If that were the case, why did two of the judges decide to shut-down Aereo without granting them a full opportunity to make their case? The dissenting judge that is often quoted gave a very detailed explanation for his decision, obviously he has closely and thoroughly considered the evidence.

Yes, FOX is insisting that the Supreme Court will rule on the "full merits of the case." I believe this is spin. That's not to say that the Supreme Court won't decide with the broadcasters, that could very well happen.

BTW, in what year do you suppose the Supreme Court would take-up this case, if they do accept it?
What you've described is exactly how the court system works.

There is always evidence presented from both sides to allow the judge(s) to decide if the case should go forward. In the case of criminal prosecution, it's called a hearing. Often at the same time, bail is decided. Then it's a huge waiting game while both sides prepare their cases, including any evidence, witnesses and experts.

In this case, that would be the point where Aereo would likely have to reveal the inner workings of their system to prove it works the way it does. If the broadcaster's lawyers are any good at all, they won't allow Aereo to keep that material out due to work product, since that's one of the fundamentals of their defense.
post #237 of 474
This is all "first inning" play. The only thing that's been decided is that the broadcasters won't get their requested preliminary injunction to shut down Aereo. The actual case is still down the line unless a settlement is reached first.

More articles:

http://www.tvtechnology.com/news/0086/second-circuit-wont-hear-en-banc-aereo-appeal/220368
http://www.tvtechnology.com/news/0086/judge-says-court-got-cablevision-wrong/220397
post #238 of 474
Quote:
Originally Posted by ADTech View Post

This is all "first inning" play. The only thing that's been decided is that the broadcasters won't get their requested preliminary injunction to shut down Aereo. The actual case is still down the line unless a settlement is reached first.

As far as the NY case is concerned, we are at the bottom of the ninth. The last half inning is the U.S. Supreme Court, which won't hear the case until after Aereo is operating in 20 or 30 markets. The two judge panels have ruled on the merits of Aereo's case, they diligently determined that Aereo is likely to prevail in the future. What you and the networks are saying is deceptive.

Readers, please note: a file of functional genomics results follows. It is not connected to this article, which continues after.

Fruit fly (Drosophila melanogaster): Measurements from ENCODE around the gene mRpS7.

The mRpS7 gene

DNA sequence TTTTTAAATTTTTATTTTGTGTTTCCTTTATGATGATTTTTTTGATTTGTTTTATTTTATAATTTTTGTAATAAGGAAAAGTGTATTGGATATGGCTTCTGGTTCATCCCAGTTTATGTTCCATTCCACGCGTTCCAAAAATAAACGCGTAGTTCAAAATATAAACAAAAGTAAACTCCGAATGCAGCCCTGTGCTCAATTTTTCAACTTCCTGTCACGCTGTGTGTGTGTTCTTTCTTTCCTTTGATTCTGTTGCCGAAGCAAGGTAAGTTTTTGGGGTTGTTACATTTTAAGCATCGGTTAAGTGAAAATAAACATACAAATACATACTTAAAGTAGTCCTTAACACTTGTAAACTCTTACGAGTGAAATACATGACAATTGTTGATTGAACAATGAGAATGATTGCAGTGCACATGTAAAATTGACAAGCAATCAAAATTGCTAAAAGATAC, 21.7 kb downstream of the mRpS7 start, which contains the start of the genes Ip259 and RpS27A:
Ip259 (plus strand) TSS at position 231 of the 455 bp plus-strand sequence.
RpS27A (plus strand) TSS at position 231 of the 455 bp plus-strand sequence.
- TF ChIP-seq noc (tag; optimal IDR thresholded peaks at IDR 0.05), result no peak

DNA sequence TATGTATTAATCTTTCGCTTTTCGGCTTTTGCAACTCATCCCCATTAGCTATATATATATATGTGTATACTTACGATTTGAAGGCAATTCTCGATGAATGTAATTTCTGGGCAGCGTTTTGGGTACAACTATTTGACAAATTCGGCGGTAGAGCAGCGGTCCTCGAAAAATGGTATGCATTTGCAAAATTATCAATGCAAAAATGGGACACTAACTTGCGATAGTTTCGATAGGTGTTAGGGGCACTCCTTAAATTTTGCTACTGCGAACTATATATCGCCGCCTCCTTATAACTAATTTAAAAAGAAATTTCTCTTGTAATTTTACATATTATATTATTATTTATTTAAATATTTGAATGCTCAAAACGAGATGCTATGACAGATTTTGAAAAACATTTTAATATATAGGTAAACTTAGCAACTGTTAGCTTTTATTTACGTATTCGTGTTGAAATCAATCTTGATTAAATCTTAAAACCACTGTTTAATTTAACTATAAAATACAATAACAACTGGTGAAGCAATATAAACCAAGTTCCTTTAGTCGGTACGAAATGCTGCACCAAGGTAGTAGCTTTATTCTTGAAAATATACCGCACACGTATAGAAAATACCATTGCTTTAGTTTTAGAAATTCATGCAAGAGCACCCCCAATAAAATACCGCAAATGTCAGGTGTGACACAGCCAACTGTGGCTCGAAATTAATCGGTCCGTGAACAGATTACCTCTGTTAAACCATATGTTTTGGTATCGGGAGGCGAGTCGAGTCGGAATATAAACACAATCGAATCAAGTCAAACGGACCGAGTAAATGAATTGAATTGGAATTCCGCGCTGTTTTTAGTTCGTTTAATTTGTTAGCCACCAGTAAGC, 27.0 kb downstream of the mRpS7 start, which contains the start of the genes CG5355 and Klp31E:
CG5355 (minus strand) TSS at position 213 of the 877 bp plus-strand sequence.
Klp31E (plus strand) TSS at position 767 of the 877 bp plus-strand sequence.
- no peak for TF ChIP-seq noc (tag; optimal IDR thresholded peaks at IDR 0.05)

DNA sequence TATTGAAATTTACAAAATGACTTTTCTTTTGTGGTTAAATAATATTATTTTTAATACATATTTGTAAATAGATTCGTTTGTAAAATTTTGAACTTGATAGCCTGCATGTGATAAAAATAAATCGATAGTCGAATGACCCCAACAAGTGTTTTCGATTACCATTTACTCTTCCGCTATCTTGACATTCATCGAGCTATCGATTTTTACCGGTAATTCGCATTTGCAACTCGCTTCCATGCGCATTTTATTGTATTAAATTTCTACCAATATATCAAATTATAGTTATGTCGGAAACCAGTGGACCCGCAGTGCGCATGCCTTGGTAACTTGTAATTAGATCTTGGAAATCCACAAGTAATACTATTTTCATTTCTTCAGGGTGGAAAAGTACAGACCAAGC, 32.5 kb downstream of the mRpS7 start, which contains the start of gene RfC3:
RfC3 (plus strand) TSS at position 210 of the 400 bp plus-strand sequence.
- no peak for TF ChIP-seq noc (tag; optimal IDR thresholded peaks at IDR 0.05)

Judge Denny "Rube Goldberg" Chin again. He is only one of 12 judges on the panel, and as we see here, he has an peculiar point of view. He is an outlier.

I doubt Aereo will be be taken down by the Supreme Court based on past rulings. But honestly, I don't understand all that is going on, particularly that west coast case. I wonder if Aereo won't just be worn-down.
post #239 of 474
Quote:
Originally Posted by Huck Finn - View Post

As far as the NY case is concerned, we are at the bottom of the ninth. The last half inning is the U.S. Supreme Court, which won't hear the case until after Aereo is operating in 20 or 30 markets. The two judge panels have ruled on the merits of Aereo's case, they diligently determined that Aereo is likely to prevail in the future. What you and the networks are saying is deceptive.
Judge Denny "Rube Goldberg" Chin again. He is only one of 12 judges on the panel, and as we see here, he has an peculiar point of view. He is an outlier.

I doubt Aereo will be be taken down by the Supreme Court based on past rulings. But honestly, I don't understand all that is going on, particularly that west coast case. I wonder if Aereo won't just be worn-down.
OK - one more time - and I understand your confusion because the media isn't exactly making it easy to understand:

The actual case has not been heard or ruled upon.

Only the request for an injunction has been. That is what will have to go to the Supreme Court if it is to be ruled upon again.

The actual case is still to come. In the meantime, unless the Supreme Court (assuming they take it there) overturns the denial of the injunction, Aereo can still do business pending a ruling on the legality of their service.

In short: the court case on the legality of the service is still to come. All we've gotten so far is a denial on the request to have Aereo cease doing business in the meantime.

The case itself may not be decided for another year.
post #240 of 474
Quote:
Originally Posted by NetworkTV View Post

The actual case is still to come.

I really do get what you are saying, no final determination on the legality of Aereo's position has been offered.

But you've also said, incorrectly, that the legal decisions thus far do not reflect on the merits of Aereo's position. The judge panels have looked at the merits of the case to determine whether Aereo would be likely to prevail in the "actual case" as you call it. Their latest decision (by a large majority) in this matter is not chopped liver.

BTW, two out of twelve judges hoped to issue an injunction - do you suggest such a drastic action would be taken flippantly?

Look, I'm not a lawyer, I only play one in this forum. I don't really have any sense about the strength of Aereo's hand; but I do have a hunch that the Supreme Court would be very reluctant to interfere in the market given that there is a plausible way to view Aereo's activity as legal.
Edited by Huck Finn - - 7/19/13 at 7:38pm